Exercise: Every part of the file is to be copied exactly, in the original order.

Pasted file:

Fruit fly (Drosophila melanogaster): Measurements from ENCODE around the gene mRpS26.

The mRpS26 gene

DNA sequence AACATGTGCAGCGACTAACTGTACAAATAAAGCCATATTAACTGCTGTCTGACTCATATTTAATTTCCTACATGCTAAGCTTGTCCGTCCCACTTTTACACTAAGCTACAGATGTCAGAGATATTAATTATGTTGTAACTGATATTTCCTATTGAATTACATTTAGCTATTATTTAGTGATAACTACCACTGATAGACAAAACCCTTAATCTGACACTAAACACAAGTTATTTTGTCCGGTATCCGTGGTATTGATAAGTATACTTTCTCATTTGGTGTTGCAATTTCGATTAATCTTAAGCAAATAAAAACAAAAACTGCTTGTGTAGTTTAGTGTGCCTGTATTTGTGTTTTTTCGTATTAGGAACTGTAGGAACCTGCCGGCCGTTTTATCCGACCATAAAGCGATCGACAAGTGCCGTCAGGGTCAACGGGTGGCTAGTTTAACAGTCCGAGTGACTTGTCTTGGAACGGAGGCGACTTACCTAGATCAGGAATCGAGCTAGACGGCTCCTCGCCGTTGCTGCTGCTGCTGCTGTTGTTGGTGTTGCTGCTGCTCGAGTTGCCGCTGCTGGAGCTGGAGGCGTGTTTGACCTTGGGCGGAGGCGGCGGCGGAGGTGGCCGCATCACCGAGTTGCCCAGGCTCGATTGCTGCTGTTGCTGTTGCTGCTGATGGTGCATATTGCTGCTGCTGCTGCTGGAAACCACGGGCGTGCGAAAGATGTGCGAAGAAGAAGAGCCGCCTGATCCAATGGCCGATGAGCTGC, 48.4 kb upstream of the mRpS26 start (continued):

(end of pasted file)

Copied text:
Fruit fly (Drosophila melanogaster): Measurements from ENCODE around the gene mRpS26.

The mRpS26 gene

DNA sequence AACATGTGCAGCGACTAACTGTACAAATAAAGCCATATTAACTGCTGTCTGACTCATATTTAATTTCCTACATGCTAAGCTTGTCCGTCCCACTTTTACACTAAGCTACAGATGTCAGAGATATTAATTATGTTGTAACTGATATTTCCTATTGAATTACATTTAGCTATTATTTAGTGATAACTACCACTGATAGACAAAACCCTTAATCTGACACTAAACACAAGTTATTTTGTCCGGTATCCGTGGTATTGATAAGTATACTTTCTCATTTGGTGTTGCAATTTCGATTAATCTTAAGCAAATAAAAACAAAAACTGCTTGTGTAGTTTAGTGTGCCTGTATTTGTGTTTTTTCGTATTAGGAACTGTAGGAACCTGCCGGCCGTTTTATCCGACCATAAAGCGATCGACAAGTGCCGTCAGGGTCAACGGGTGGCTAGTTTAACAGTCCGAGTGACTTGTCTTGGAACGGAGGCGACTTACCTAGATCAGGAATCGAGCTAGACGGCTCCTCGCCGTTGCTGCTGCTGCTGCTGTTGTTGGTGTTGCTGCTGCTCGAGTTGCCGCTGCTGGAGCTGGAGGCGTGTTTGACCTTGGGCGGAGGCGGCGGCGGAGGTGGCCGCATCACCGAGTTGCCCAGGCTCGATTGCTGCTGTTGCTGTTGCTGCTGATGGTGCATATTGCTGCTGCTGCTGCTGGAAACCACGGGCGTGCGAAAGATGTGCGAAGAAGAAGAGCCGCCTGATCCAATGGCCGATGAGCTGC, 48.4 kb upstream of the mRpS26 start (continued):